How to Hitchhike

Planning your route

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Depending on how much time you spend walking to hitching spots, how quickly you get rides, how many rides you take, and how indirect your route ends up being, it will take you considerably longer to hitchhike a journey than if you had gone directly by car. As a general rule of thumb, hitchhiking takes double the amount of time that normal driving would. I therefore consider that every 4 hours I would spend in a car on a direct journey will take about a day (7-8 hours of travel) when hitchhiking. 8 hours of active hitchhiking per day is a relaxed pace that doesn't leave you too exhausted – and it gives you time to enjoy the places you travel through. If you choose to travel at a faster or slower pace then change this rule accordingly.

As we’ve discussed, spending an entire day on a 4 hour journey is not an insignificant loss of time, so the first step to your route planning should be to explore the alternatives. Look up, in hours, the time a direct route would take by car, divide by 4 to get the number of days it will take you, and then use that to calculate the cost of food and shelter. Remember that on long routes you’ll probably want rest days. Then compare that number to the cost of taking a bus, train, or flying. If the numbers are close, don’t forget to consider that hitching is a high-quality travel experience, whereas taking a bus, train, or flying will probably be pretty boring.

If hitchhiking the route still seems worth it, then you can start planning your route. One principle of hitching is that it is easiest to catch a ride from the outskirts of a city. However, it's also easiest to get dropped off on the wrong side of the city (where your ride enters to finish its journey) which means you have to make your way to the opposite side to start hitching again (where vehicles exit to continue their journey). This means that larger cities are easier to get to - but then more time must be spent crossing to the other side.

There are therefore two main strategies when it comes to hitching:

  1. Move between large cities on fast roads
  2. Move around large cities, between smaller towns on smaller roads

Moving between large cities is good for travelling very long distances. You're more likely to get rides that take you further, and faster roads mean less time spent in the vehicle. However, psychologically it can be more draining – faster roads mean more dangerous hitching spots and a higher commitment to your rides. You can't get out just anywhere on the highway. Getting on to the fast roads can be tricky, but once you're on the road you can hitch between rest stops for a slightly easier journey.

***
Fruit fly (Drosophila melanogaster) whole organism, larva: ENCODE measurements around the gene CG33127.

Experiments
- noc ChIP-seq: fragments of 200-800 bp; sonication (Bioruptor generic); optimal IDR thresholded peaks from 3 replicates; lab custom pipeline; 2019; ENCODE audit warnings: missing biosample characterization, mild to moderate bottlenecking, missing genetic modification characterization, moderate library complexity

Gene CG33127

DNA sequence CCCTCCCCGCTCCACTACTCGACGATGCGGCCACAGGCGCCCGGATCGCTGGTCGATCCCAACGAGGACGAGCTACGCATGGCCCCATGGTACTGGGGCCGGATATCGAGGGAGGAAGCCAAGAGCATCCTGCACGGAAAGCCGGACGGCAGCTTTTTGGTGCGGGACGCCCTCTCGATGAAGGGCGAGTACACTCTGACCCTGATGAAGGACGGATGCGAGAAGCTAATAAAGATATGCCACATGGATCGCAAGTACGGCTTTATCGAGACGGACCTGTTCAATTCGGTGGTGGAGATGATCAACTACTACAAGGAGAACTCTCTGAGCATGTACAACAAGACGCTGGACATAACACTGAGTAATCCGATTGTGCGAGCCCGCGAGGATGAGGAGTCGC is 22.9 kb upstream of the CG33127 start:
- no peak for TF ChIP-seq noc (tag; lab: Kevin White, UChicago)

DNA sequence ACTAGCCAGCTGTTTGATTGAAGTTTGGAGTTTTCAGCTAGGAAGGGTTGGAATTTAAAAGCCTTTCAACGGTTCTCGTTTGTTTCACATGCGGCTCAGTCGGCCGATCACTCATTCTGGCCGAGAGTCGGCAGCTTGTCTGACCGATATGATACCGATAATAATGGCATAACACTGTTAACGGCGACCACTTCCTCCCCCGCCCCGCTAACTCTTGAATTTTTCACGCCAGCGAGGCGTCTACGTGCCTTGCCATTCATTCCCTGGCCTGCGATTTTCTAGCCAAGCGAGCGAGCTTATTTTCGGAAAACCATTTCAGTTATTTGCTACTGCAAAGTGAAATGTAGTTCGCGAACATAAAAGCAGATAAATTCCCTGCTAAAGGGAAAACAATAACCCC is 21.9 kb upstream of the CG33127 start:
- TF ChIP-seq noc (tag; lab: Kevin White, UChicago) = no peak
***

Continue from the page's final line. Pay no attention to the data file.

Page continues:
Hitching through most capital cities is not recommended – they are so large that you'll spend a considerable amount of time and money crossing to the other side, and it's generally cheaper and faster to take a longer route around them.

Moving between smaller towns is much more relaxed, and takes you through much more beautiful scenery. However, you'll be taking shorter rides on an indirect route on slower roads, which significantly increases the amount of time it will take to go the same distance. If you're not in a hurry or if you're going a short distance, however, it's a much more enjoyable experience. Hitching spots are closer together and easier to find; walking from one end of a town to another takes maybe half an hour – perhaps you take a moment to sit and drink a coffee as you pass through. It's always nice to spend more time in forests and fields and less on the barren and polluted main roads.

Planning is the same whichever strategy you decide to use. First you must identify the main roads you’re going to be travelling on, as well as the main towns and cities that you’ll pass through along the way. Look for the simplest possible route between yourself and your destination – not necessarily the shortest. Jumping between popular destinations may be faster than taking a direct line.

When you’re actually on the road, you’ll want to take the longest rides possible to minimise the time you spend moving through the settlements themselves. If your starting point or destination doesn't have much traffic passing through it, you should explore the public transport options between those places and the nearest big town or city as a backup plan.

Route planning example

Here is an example of how I planned my trip from Manchester, Tennessee to Boulder, Colorado. First I used google maps to get the fastest direct route by car. This gave me a travel time of about 18 hours, so I planned for 5 days of hitching. Given that I had a tent and was willing to sleep outside each night, I calculated my cost of shelter at $0. I wasn’t really sure how much my girlfriend and I would spend on food, but the alternatives were the greyhound ($175 each) or flying ($230 each), so as long as together we spent less than $75 per day on food we would be saving money. This seemed very likely.